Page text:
Made me laugh? Yup.
Made me cry? Yup.
Made me want to use the words "Judy Blume" in this review? Yup.
Sixth-grader Lucy Wu is obsessed with basketball and hopes to play for legendary UT Lady Vols coach Pat Summit one day. But that's a long ways off. For now, she's short, being forced to go to Chinese school, and in an extended battle with mean girl Sloane---who puts crickets in Lucy's lemon chicken. To top it off, she has to share her bedroom with her non-English speaking, Vapor Rub odor-emitting, suddenly visiting great-aunt, Yi Po.
This novel is about walls: at first, the one Lucy erects in her bedroom to keep her great-aunt at arm's length. But later, there's the one in Lucy's school bathroom scrawled with a mocking poem about Chinese people; the walls between Lucy and her basketball dreams; and most of all, the walls inside that we all use to keep other people out...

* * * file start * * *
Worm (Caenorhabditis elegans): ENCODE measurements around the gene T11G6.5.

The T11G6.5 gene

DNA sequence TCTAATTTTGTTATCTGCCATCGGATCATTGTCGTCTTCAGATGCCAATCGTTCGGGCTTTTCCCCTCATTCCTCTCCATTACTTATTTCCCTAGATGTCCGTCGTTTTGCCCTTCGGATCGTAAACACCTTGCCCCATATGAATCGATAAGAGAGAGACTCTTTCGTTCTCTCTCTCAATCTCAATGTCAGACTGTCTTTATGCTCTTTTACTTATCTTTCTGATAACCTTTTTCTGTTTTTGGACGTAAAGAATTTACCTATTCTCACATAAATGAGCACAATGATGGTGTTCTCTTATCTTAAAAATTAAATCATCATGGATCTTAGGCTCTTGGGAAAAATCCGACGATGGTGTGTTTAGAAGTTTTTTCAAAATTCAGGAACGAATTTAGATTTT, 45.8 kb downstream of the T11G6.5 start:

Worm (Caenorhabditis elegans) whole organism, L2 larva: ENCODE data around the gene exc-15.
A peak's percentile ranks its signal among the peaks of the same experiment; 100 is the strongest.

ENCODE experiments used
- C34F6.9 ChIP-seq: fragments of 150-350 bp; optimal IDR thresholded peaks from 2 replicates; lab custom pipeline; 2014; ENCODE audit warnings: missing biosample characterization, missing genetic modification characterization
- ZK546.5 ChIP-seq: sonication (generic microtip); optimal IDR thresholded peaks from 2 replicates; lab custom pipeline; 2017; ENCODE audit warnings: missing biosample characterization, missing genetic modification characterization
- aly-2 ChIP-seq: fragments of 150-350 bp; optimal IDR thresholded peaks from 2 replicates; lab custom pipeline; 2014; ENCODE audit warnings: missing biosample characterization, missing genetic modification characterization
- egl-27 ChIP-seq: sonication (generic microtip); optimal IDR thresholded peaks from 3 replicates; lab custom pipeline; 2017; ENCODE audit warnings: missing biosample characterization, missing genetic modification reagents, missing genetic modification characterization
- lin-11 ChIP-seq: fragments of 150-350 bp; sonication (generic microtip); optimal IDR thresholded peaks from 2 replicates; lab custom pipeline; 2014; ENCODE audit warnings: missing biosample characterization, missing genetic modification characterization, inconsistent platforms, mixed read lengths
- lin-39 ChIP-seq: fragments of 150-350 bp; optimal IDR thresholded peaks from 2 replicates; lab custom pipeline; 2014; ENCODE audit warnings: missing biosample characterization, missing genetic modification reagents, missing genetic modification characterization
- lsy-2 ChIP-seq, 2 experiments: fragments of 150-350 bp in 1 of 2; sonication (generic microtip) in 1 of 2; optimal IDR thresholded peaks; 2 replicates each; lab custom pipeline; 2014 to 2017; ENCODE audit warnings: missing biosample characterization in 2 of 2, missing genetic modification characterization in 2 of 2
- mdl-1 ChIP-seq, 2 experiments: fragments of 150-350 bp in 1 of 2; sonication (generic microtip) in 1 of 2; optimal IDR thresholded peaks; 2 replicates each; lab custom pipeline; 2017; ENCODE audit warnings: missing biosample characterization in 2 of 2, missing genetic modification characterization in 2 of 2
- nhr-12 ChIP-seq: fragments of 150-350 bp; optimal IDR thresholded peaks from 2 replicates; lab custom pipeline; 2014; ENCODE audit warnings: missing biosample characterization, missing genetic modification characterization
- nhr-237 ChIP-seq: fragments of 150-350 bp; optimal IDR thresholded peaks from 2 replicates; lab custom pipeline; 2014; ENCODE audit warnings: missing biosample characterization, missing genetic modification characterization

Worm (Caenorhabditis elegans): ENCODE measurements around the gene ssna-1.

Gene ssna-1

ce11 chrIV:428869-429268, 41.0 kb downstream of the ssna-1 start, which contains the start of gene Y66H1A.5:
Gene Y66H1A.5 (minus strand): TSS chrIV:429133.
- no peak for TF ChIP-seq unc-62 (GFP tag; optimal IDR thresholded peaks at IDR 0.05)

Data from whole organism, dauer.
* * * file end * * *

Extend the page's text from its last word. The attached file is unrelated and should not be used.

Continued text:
What I loved most about this book---and what caused me to invoke the name of Judy Blume---is how debut author Wendy Shang keeps Lucy firmly grounded in her family, but gives us complete access to her inner life. Here is Lucy explaining what sharing a room with her great-aunt is like:
"Yi Po woke up every day before the sun even peeped out. And did she tiptoe out quietly? Not without making the bed! I lay in bed and listened to her every morning, walking around in her flat slippers that made a fwap-fwap sound with every step. I soon noticed that she had a little pattern every morning. Whoosh fwap-fwap. She pulled up the blankets. Swish fwap-fwap. She smoothed the bed. Poom fwap-fwap. She puffed up the pillow.
By the time she fwap-fwapped out of the room, I was too fwapping mad to go back to sleep."
No walls there.
Cross-posted on Goodreads.